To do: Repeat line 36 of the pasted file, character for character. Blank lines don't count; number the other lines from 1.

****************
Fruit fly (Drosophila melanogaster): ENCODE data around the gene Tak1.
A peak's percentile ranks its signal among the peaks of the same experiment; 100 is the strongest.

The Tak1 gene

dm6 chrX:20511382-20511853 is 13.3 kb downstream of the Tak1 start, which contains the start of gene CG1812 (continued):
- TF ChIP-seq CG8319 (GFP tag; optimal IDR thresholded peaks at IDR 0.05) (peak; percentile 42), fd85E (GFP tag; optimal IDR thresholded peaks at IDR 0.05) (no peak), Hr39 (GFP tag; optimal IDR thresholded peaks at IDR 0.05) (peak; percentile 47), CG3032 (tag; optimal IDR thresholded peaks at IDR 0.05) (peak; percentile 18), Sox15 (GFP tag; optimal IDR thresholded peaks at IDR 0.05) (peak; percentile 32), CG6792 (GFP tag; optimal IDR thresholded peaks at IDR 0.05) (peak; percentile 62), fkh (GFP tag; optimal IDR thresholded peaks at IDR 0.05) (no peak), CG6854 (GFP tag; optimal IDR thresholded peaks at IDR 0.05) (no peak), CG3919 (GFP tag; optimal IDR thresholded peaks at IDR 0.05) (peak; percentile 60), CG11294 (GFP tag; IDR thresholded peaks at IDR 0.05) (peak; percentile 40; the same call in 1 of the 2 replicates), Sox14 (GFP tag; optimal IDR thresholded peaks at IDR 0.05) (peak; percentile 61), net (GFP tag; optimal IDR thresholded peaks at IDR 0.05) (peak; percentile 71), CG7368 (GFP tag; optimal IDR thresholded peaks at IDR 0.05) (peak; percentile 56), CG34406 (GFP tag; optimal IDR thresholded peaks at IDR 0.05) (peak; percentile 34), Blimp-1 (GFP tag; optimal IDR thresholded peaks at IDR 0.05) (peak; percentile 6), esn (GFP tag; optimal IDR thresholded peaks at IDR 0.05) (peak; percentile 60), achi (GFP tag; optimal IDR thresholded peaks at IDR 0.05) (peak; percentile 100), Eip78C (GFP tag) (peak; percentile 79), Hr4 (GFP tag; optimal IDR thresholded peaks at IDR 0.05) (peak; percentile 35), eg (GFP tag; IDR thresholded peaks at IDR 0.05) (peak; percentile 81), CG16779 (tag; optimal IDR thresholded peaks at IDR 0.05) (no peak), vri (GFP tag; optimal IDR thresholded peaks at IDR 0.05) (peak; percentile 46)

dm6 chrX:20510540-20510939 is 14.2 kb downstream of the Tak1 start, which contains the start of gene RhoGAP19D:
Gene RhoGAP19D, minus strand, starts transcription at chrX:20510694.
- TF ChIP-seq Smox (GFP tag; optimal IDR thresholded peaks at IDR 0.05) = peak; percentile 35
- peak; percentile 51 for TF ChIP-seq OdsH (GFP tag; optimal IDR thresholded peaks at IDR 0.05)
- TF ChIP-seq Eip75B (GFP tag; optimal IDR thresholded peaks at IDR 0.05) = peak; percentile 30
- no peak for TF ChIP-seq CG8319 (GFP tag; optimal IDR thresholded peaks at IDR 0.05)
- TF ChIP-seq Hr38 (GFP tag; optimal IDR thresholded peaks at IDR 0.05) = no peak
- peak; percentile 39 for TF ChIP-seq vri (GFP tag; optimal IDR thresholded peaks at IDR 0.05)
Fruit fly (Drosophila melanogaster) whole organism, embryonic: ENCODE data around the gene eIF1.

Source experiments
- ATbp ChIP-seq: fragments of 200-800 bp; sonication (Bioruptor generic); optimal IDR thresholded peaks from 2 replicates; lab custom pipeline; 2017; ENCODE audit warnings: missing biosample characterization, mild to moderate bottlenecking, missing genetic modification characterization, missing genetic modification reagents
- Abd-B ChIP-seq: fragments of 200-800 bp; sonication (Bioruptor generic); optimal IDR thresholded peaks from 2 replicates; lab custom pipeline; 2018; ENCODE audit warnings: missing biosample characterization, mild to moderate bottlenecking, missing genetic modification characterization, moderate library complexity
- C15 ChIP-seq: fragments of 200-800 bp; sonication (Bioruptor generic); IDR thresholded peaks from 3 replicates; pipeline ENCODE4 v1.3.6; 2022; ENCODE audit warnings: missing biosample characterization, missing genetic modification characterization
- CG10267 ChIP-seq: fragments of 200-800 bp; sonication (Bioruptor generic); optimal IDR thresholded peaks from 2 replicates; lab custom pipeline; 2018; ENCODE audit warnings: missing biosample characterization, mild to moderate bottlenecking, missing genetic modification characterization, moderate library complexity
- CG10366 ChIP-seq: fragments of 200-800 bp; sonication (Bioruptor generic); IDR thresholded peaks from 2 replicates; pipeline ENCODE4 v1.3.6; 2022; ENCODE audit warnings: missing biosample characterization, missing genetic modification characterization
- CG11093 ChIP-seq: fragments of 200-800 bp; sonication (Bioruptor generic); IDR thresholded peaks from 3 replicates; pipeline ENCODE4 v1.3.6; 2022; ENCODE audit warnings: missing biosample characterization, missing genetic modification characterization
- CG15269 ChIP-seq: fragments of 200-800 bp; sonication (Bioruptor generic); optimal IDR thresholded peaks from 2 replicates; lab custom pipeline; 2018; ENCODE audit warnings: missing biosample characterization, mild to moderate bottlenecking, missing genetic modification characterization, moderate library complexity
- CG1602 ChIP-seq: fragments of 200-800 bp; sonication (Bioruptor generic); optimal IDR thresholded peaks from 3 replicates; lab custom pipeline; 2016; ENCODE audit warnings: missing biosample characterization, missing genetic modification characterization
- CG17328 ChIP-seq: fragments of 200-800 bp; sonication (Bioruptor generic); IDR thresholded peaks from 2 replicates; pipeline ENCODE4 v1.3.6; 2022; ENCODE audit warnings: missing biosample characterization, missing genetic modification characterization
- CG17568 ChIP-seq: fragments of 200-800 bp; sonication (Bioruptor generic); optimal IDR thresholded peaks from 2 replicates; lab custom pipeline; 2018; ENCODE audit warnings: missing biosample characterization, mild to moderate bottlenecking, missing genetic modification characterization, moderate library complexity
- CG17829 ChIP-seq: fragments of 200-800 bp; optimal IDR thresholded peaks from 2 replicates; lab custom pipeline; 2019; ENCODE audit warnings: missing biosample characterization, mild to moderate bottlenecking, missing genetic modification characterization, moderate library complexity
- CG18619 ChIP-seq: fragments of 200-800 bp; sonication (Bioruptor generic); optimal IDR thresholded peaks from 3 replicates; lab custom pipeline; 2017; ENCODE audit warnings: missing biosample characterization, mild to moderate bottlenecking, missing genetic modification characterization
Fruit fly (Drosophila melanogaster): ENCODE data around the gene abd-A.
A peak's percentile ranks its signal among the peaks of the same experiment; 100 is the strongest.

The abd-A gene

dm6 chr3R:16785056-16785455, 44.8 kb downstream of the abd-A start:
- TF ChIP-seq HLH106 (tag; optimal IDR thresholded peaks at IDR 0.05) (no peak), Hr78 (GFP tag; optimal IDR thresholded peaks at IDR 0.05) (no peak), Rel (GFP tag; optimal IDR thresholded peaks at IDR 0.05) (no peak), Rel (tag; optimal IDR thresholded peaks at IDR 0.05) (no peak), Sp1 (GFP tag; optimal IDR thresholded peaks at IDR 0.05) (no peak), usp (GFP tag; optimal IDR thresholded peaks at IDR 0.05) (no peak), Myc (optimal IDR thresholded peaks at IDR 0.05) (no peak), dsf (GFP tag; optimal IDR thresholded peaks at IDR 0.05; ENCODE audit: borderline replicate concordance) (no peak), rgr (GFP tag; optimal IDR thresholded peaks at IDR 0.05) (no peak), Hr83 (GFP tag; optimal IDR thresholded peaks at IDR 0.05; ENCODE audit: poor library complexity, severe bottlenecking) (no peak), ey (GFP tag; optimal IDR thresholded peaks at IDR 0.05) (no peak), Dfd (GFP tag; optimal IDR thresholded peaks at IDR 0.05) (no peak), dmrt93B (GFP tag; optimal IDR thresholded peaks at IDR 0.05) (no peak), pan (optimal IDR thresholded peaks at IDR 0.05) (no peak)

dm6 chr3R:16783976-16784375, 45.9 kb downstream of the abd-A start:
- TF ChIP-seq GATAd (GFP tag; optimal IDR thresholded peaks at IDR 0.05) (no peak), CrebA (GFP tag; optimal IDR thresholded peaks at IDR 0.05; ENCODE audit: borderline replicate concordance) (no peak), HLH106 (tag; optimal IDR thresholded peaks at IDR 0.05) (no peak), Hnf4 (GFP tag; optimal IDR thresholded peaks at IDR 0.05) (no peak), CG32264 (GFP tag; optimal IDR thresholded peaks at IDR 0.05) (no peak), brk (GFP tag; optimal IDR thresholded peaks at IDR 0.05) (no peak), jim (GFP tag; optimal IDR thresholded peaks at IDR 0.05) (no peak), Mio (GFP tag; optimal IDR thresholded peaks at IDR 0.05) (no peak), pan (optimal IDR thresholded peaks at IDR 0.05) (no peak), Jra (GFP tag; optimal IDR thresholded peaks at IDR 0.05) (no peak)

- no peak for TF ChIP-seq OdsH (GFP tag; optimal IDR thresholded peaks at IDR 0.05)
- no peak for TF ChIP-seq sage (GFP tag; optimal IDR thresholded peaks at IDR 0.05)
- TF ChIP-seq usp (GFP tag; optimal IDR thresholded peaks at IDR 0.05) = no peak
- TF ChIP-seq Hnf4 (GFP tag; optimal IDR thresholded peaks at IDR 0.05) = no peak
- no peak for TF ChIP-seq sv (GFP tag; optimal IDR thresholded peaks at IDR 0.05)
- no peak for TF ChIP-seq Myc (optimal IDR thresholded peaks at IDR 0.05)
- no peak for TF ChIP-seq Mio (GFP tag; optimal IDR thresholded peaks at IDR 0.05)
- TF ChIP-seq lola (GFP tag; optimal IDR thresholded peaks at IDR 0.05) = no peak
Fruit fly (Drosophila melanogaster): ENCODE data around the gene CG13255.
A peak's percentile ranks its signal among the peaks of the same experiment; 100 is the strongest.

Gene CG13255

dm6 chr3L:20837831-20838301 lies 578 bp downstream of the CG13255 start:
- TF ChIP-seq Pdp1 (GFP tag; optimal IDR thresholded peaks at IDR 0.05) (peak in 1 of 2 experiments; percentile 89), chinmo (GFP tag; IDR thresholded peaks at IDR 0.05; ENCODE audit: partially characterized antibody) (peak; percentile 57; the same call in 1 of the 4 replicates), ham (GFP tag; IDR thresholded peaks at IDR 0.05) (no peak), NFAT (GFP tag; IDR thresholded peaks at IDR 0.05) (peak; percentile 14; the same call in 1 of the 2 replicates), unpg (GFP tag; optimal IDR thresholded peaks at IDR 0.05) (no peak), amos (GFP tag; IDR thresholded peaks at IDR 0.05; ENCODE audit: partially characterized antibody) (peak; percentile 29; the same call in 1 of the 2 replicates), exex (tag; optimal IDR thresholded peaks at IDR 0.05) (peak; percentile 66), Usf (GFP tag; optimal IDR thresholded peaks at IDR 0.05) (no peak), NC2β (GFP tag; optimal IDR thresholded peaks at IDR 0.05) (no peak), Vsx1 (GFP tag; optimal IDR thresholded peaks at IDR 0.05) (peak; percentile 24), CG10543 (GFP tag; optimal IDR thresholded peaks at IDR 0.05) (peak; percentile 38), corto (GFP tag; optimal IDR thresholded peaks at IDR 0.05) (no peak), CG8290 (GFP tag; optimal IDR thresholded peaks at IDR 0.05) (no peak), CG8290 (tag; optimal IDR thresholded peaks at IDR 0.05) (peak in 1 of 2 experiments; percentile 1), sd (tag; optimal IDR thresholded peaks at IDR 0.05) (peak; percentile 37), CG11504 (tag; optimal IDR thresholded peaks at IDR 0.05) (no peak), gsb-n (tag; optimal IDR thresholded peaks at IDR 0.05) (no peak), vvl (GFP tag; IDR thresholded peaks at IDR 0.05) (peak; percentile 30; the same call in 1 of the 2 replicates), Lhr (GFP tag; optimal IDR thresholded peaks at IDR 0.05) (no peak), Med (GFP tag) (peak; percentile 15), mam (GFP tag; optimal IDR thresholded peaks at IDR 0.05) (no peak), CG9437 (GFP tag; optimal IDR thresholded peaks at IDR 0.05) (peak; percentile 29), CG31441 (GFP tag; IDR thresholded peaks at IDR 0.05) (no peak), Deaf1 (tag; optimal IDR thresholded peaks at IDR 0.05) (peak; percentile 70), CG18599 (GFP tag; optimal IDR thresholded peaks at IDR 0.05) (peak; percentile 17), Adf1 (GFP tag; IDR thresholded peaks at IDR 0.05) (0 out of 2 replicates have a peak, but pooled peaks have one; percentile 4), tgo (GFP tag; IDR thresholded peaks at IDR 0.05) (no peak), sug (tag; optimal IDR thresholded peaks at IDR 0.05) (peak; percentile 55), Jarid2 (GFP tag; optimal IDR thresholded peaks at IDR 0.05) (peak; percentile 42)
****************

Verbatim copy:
- no peak for TF ChIP-seq sage (GFP tag; optimal IDR thresholded peaks at IDR 0.05)